Lilith (A Romance)

Lilith (A Romance)

by George MacDonald
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Overview

Lilith (A Romance) by George MacDonald

Lilith was the last and most complex fantasy work by the Scottish writer, George MacDonald. He felt so strongly the need to get it right that he rewrote it five times. The tale is one of redemption. It’s the story of, Mr. Vane, who takes a mystical journey through a mirror to an alternate world where he meets among others, Lilith, the first wife of Adam according to Jewish folklore, who left Adam and took up with the Devil and is now herself a demon. MacDonald stands the legend of Lilith on it’s head asking the question: could even a demon be redeemed? It’s a fascinating work full of symbolism and metaphor as all good fantasy tales are.

Product Details

BN ID: 2940148925262
Publisher: Horatio Press
Publication date: 12/19/2013
Sold by: Barnes & Noble
Format: NOOK Book
Pages: 351
File size: 354 KB

About the Author

George MacDonald was one of the most respected authors of his generation in 19th century Scotland. He wrote over fifty books, nearly half of them novels for adults, along with theological studies, several volumes of essays & criticism, a few volumes of poetry, and three best selling children's novels accompanied by a couple more volumes of fairytales. He wrote in nearly every literary genre. Although today much of his poetry and adult fiction would be considered rather prosaic, as C.S. Lewis pointed out, it was fantasy that he really excelled in. His only two fantasy novels written for adults—Phantastes and Lilith—are often spoken of as two of the best novels ever written in the English language. His three fantasy novels for children, The Princess and the Goblin, The Princess and the Curdie, and At the Back of the North Wind are so strange and otherworldly that adults often enjoy them as much as children.

MacDonald, born December 10, 1824, drew an enjoyment from reading books even as a young boy that encompassed all the typical poetic elements of elusiveness that so engage the mystical minded. By his late teens, as a student at King's College in Aberdeen, young George was already reading Shelley, Coleridge, James Hogg, and Tom Moore while also finding time to write poetry of his own. He had a powerful intellect, winning 3rd prize in Chemistry and 4th in Natural Philosophy, subjects he would lecture on years later at a Ladies' College to earn some much needed money.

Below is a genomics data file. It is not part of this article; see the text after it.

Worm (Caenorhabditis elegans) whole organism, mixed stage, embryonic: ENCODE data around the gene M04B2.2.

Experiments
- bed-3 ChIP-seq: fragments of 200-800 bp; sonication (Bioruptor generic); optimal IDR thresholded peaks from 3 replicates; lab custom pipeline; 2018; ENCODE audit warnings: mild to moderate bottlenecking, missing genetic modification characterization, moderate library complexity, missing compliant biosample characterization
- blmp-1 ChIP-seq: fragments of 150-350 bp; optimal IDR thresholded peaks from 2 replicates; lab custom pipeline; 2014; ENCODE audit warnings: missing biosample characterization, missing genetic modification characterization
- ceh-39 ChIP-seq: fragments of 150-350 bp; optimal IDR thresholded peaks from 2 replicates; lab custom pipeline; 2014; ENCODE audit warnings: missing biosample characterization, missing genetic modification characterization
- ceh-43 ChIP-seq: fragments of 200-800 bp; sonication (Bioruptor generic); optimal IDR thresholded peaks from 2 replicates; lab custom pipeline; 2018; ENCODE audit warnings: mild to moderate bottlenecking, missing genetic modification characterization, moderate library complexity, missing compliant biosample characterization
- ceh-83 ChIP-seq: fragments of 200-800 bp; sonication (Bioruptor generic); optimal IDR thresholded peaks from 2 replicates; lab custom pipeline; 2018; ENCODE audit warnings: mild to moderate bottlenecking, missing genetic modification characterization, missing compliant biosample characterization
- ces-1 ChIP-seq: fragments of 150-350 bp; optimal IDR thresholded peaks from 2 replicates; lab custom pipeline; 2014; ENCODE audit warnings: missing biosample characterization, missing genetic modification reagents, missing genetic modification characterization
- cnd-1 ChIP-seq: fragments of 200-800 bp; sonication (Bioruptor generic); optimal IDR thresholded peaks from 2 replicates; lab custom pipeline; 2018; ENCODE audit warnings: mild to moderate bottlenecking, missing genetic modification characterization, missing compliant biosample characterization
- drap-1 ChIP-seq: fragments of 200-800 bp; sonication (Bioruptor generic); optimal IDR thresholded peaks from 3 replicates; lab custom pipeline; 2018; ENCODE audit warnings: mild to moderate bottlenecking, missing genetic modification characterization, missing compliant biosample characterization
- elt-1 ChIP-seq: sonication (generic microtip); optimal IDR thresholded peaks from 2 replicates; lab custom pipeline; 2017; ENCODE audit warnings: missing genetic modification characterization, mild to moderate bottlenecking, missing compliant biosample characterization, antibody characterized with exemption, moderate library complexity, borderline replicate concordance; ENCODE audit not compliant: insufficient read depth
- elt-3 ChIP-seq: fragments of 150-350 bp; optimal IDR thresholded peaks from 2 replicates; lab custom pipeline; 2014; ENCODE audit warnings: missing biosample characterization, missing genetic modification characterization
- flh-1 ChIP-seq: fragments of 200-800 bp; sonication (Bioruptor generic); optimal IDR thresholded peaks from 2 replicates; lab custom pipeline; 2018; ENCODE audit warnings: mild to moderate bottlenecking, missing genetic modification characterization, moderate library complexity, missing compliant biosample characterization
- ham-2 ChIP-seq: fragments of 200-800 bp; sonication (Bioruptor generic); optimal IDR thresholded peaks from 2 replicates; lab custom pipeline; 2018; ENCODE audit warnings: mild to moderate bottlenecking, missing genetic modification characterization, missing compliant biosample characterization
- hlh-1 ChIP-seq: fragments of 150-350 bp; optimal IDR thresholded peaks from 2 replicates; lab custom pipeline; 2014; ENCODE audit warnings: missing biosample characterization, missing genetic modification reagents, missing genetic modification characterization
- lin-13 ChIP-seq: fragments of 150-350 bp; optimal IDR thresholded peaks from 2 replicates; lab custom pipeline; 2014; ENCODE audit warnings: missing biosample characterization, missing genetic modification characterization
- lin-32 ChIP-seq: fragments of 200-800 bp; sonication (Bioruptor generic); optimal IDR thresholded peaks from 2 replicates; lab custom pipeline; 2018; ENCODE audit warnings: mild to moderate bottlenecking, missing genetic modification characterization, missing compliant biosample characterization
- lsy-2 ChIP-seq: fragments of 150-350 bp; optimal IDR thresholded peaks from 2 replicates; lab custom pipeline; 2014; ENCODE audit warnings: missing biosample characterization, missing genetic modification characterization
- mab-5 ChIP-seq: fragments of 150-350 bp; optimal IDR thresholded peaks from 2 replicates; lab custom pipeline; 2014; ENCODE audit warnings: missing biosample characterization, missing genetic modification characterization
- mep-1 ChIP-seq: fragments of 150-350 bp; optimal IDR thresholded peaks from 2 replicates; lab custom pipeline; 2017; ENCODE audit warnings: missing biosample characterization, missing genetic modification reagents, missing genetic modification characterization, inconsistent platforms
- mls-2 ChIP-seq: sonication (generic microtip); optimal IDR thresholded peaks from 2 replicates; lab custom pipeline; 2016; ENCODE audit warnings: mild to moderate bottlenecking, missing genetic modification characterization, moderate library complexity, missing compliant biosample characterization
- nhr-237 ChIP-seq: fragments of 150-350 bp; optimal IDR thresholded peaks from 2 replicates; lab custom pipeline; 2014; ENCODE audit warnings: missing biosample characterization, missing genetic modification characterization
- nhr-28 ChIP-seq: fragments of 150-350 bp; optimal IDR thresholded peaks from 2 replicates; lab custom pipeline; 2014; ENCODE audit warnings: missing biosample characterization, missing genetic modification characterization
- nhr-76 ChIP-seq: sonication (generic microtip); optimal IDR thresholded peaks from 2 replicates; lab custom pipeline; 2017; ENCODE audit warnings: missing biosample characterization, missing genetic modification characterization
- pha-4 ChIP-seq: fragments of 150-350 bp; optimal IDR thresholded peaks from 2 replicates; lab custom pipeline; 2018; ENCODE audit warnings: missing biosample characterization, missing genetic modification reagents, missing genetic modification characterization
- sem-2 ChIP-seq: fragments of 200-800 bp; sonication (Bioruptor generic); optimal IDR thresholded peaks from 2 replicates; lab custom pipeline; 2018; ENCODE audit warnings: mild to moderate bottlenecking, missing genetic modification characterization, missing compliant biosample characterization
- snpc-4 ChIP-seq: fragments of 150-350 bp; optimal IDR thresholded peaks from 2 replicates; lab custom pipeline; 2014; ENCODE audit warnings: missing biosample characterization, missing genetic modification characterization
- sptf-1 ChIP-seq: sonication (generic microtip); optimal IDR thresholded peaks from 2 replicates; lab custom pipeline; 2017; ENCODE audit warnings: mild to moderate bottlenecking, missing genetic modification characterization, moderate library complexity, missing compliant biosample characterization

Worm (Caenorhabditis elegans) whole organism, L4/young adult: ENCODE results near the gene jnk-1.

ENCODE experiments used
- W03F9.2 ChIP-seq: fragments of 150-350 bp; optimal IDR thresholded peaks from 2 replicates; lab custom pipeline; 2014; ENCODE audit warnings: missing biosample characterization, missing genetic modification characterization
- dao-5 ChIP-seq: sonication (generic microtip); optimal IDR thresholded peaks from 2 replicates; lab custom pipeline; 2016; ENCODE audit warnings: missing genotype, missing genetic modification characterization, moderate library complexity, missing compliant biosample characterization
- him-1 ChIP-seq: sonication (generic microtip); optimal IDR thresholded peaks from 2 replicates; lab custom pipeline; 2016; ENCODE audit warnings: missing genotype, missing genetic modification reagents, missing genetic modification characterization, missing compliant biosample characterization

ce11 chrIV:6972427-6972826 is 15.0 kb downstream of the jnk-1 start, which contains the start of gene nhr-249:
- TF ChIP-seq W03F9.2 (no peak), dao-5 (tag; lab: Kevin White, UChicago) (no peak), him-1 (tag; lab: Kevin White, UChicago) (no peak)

The MacDonald family was quite poor early on, barely staying away starvation at times, often accepting the charity of friends and family. Eventually, however, George MacDonald would run in some very high literary circles. During the winter of 1872-73 he would address several thousands at a time during his lecture tour of the USA. He was great friends with Samuel Clemens (A.K.A.--Mark Twain), Charles Dodgson (A.K.A.—Lewis Carroll), John Ruskin, Lady Byron (widow of Lord Byron), and Ralph Waldo Emerson among others. Several of his closest friends sat in high positions of government such as William Cowper-Temple. Others were well known clergymen like F.D. Maurice or college professors such as Dean Stanley. By the 1860's he had become a very celebrated author. Children would walk back and forth in front of his home hoping to catch a glimpse of the man who was so much loved. He would later be held in high esteem by CS Lewis, GK Chesterton and JRR Tolkien.

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Lilith 5 out of 5 based on 0 ratings. 589 reviews.
Holy-Quest More than 1 year ago
C.S. Lewis referred to George MacDonald as "his master." That's quite a compliment coming from an author as world-renowned and loved as C.S. Lewis. (It was my appreciation for Lewis and his appreciation for MacDonald that led me to begin reading MacDonald's works.) C.S. Lewis was not the only writer who was inspired by MacDonald; Lewis Carroll, W.H. Auden, G.K Chesterton, Mark Twain, Madeleine L'Engle, J.R.R. Tolkien, and E. Nesbit were also influenced by MacDonald's writing. Lilith is one of MacDonald's most intriguing, profound, and imaginative works. The story of Lilith is other-worldly, taking place in another dimension of time and space, but it reads more like a fantasy than a science-fiction novel. MacDonald takes stories of creation, myth, and death, and blends them all into a remarkable tale. The thread of this tale seems to wander, almost aimlessly at times, until the master-weaver sews it all together at the end for the reader. MacDonald's style of writing is not always easy for 21st century readers, but it is well-worth the effort. What I love most about MacDonald's romantic fantasies are the beautiful images he paints, the interwoven sub-plots, and the deep truths that under-gird his stories. His meandering style (mentioned above) helps me to lose myself in the story rather than trying to guess at where he might be going with every twist or turn. I also like the fact that you never really leave his stories behind. Instead, you go on thinking about them, returning to them, wondering and wandering about them. MacDonald's protagonists are continually stepping into and out of the present, everyday world and the fantastic, extraordinary other-world. I find this simply fascinating. If you are like stories that rich in imagination, you're likely to enjoy Lilith. (If you wish to add this book to your home library, I like the ones published by Johannesen best. They have a lovely binding and are facsimiles of the original printing. If you prefer paperback, then I recommend Eerdmans because they include C.S. Lewis' introduction.)
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